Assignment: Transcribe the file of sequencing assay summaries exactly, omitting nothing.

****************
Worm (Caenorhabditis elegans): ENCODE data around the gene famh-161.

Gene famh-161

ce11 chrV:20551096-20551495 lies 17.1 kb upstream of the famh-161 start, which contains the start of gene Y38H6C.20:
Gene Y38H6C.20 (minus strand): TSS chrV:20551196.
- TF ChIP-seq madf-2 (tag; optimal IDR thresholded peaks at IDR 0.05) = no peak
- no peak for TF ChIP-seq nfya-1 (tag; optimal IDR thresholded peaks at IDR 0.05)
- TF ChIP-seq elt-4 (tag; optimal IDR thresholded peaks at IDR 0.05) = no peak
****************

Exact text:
Worm (Caenorhabditis elegans): ENCODE data around the gene famh-161.

Gene famh-161

ce11 chrV:20551096-20551495 lies 17.1 kb upstream of the famh-161 start, which contains the start of gene Y38H6C.20:
Gene Y38H6C.20 (minus strand): TSS chrV:20551196.
- TF ChIP-seq madf-2 (tag; optimal IDR thresholded peaks at IDR 0.05) = no peak
- no peak for TF ChIP-seq nfya-1 (tag; optimal IDR thresholded peaks at IDR 0.05)
- TF ChIP-seq elt-4 (tag; optimal IDR thresholded peaks at IDR 0.05) = no peak